While some publications have abandoned comments or driven conversations to social media, we’ve always been thrilled with the conversations you’ve had here. Whether we’re commenting on Trump’s latest shenanigans or sharing our enthusiasm for an uplifting act of bravery, it’s always great to converse and connect. But for some of us, Disqus has been a stumbling block in these efforts.
In fact, Disqus was just acquired by a data mining company – Zeta Global – whose intentions with your data are unclear. Your data, up ‘til now, was being swept up by Zeta Global.
That’s changing today.
As you’ll see when you scroll down, comments are now powered by Spot.IM, which also powers commenting systems on Engadget, HuffPost, Refinery29, and other major web sites.
Spot.IM brings several features I’m excited about:
- Comments are real-time, so you can see that’s someone responding to you, or typing a new comment, just like you were texting with them.
- You can post GIFs and images right from the comment box.
- You can also format text, using italics or creating a bulleted list, for example.
- Active and constructive members of the community will be highlighted and noted on their profiles, while trolls and spammers will be locked out.
- The Spot.IM newsfeed, accessible on desktop browsers with the little plus over there to the right, which will show you active conversations. You can also see what’s “popular in the community” in a new section that’s currently just below the comments, though I may experiment and move it around.
Before you start commenting, a few things to know: Whether you were an active commenter on Disqus or a lurker, there are exciting new options:
- You can comment as a guest, with a temporary username. We’ll test this to see how it works out.
- Those who are registered, however, will build authority in the community, and receive badges and labels—and that’s not just for those who start great conversations, but also for those who are active in reading and upvoting others’ comments.
- Disqus users, you can sign in using your Disqus account, and claim your old comments, which show up in earlier comment threads.
- You can also log in easily using your logins from other platforms.
There’s more to come, too! And we’re excited. What do you think? Let us know—just scroll down!
‘Any other attorney general would resign’: MSNBC’s Morning Joe scalds Barr for ‘lying’ about FBI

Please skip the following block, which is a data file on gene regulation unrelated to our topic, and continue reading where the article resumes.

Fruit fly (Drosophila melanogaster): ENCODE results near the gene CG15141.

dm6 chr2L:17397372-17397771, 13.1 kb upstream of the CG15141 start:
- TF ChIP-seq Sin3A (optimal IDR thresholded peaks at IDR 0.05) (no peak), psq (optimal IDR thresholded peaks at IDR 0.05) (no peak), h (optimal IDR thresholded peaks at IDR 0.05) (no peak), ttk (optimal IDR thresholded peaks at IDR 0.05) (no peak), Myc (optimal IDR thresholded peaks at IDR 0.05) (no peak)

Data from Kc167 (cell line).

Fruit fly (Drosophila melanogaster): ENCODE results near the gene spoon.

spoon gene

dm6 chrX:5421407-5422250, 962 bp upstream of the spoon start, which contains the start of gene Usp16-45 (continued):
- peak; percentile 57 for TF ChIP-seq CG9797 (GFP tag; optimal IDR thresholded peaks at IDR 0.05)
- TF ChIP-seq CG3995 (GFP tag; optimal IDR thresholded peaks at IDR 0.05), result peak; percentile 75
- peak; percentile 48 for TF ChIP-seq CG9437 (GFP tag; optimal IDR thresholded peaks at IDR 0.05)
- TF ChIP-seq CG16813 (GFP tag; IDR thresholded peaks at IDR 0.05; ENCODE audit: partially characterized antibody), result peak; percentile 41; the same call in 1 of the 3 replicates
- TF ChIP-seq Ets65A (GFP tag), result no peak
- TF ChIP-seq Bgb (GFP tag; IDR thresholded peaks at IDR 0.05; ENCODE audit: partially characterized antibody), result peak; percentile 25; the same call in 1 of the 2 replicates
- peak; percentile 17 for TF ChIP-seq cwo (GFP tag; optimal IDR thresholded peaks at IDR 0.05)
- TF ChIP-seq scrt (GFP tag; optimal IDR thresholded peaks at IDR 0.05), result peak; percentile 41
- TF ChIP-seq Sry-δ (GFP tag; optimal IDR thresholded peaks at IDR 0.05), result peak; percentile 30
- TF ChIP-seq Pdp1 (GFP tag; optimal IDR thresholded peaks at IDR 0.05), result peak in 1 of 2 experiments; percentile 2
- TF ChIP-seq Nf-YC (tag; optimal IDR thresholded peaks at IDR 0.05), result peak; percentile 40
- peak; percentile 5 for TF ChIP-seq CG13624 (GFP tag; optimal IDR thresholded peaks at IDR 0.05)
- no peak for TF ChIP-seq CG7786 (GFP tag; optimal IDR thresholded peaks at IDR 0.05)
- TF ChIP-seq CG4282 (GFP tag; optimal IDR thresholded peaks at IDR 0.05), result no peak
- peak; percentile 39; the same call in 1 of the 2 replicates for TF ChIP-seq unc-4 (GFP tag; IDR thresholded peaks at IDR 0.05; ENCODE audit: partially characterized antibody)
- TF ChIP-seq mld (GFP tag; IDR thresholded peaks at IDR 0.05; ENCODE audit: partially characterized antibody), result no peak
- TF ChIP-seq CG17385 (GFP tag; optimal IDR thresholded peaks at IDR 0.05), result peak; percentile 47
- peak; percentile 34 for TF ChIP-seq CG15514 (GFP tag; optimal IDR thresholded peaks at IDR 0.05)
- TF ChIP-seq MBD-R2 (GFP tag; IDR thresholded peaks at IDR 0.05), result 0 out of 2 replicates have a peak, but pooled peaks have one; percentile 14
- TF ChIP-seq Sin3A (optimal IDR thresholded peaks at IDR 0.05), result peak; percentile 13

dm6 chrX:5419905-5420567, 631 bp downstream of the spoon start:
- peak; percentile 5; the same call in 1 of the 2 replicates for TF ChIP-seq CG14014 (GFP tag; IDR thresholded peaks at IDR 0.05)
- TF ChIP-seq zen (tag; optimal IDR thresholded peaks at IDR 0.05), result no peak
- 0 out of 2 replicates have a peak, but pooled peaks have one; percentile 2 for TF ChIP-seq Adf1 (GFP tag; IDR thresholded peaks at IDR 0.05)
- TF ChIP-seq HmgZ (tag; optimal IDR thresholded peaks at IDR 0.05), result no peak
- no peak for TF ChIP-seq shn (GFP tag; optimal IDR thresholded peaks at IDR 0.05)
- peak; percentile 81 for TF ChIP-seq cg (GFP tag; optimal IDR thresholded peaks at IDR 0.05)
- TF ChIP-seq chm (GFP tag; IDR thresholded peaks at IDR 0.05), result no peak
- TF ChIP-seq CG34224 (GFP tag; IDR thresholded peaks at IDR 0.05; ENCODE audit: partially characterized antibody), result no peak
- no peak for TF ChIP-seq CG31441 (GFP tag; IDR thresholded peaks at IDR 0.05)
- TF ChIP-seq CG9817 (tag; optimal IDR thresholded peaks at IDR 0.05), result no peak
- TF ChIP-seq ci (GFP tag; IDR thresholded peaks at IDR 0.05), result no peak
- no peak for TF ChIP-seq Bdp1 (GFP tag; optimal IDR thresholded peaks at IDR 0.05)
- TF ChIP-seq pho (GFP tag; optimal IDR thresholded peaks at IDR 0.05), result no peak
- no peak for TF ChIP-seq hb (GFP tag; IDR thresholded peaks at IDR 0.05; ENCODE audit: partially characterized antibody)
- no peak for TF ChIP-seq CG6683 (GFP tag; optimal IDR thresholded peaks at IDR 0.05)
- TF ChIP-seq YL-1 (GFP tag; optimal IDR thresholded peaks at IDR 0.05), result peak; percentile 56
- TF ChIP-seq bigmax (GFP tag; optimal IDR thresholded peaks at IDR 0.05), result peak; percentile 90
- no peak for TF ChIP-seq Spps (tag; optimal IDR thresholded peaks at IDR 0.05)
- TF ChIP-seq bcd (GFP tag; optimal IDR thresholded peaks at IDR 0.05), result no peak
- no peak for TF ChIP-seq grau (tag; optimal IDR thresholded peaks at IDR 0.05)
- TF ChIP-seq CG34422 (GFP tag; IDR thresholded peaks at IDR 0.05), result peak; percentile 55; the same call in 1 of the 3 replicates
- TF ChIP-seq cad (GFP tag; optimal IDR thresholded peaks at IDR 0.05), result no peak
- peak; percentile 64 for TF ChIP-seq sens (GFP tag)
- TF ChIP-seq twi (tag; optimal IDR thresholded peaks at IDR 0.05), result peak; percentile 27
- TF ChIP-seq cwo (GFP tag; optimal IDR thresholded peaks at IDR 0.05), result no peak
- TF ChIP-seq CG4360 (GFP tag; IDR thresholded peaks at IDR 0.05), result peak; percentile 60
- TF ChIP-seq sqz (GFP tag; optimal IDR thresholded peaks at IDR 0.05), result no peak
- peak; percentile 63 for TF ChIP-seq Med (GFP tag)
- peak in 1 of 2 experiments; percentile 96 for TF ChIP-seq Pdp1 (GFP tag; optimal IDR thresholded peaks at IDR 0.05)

MSNBC's Joe Scarborough scalded Attorney General William Barr for lying about the inspector general report he ordered to justify President Donald Trump's conspiracy theories.
The Department of Justice's inspector general failed to find evidence of an FBI plot against Trump's 2016 campaign, but Barr publicly disagreed with those findings and insisted there was not enough justification to launch the Russia investigation.
"His lie about Barack Obama, you know, crawling around Trump Tower like bugging his phone, a lie," Scarborough said. "The lie from the attorney general of the United States, just shocking, that FBI agents, quote, 'spied,' spied on the president of the United States -- a lie."
These homes for mentally ill adults have been notoriously mismanaged. Now, one is a gruesome crime scene.
Oceanview Manor Home for Adults, a psychiatric group home at the center of a yearslong legal battle over the rights of people with mental illness, is now the scene of a criminal investigation involving the death of a resident and the arrest of another.
On the afternoon of Dec. 3, workers at the Oceanview Manor Home for Adults found resident Ann McGrory, 58, lying on the floor, lifeless, with her pants down around her ankles. She had cuts and bruises on her hands, head and face. By her side, seated atop his bed in Room 512, was resident Frank Thompson, 64, her sometimes-boyfriend who had a reputation at the home as a heavy drinker with a short temper. The aides called police. Thompson was brought into custody for questioning later that day and placed under arrest on Wednesday.
New York City paid McKinsey millions to stem jail violence. Instead, violence soared.
The corporate consulting firm reported bogus numbers and flailed in a project at Rikers Island. Today, assaults and other attacks there are up almost 50%.
In April 2017, partners from McKinsey & Company sent a confidential final report to the New York City corrections commissioner. They had spent almost three years leading an unusual project for a white-shoe corporate consulting firm like McKinsey: Attempting to stem the tide of inmate brawls, gang slashings and assaults by guards that threatened to overwhelm the jail complex on Rikers Island.